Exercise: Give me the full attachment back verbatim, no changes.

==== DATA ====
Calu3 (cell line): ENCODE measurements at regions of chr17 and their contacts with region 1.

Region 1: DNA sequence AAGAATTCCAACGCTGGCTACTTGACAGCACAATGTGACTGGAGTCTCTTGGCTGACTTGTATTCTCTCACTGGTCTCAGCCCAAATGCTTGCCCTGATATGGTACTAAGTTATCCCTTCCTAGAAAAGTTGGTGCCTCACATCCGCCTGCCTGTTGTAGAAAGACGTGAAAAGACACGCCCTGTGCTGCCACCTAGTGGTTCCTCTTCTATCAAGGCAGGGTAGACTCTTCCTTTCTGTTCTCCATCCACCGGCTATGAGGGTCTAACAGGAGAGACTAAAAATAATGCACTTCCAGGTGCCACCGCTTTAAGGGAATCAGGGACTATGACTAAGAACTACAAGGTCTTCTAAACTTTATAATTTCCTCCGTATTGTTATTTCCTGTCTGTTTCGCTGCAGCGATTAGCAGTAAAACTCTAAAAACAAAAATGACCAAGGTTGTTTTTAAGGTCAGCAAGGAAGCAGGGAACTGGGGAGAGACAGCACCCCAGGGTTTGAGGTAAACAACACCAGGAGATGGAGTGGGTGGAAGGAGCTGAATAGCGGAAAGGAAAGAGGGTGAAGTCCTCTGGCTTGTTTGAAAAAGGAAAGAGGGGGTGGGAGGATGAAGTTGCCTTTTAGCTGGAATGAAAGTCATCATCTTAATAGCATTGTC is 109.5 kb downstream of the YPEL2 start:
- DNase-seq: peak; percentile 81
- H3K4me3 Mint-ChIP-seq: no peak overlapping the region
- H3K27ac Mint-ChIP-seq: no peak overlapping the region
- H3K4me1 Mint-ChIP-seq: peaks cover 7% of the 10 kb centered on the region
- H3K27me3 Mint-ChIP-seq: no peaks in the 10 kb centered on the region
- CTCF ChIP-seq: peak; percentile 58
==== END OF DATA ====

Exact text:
Calu3 (cell line): ENCODE measurements at regions of chr17 and their contacts with region 1.

Region 1: DNA sequence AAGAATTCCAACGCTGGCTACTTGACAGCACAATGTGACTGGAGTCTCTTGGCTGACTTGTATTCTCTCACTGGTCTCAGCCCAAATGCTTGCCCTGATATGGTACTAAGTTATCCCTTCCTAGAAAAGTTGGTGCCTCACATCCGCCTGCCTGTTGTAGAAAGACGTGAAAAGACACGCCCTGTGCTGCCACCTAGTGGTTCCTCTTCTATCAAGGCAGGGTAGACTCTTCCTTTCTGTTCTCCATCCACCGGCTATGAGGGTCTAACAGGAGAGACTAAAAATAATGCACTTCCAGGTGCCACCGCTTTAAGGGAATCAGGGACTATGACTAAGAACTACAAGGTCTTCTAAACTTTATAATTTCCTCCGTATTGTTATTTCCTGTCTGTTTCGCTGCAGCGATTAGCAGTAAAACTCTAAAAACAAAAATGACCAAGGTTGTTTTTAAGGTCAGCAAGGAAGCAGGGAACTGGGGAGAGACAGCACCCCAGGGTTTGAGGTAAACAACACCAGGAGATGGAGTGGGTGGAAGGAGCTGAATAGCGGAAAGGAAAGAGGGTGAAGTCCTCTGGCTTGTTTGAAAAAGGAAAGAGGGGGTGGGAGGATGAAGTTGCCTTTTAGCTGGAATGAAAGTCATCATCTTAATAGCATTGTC is 109.5 kb downstream of the YPEL2 start:
- DNase-seq: peak; percentile 81
- H3K4me3 Mint-ChIP-seq: no peak overlapping the region
- H3K27ac Mint-ChIP-seq: no peak overlapping the region
- H3K4me1 Mint-ChIP-seq: peaks cover 7% of the 10 kb centered on the region
- H3K27me3 Mint-ChIP-seq: no peaks in the 10 kb centered on the region
- CTCF ChIP-seq: peak; percentile 58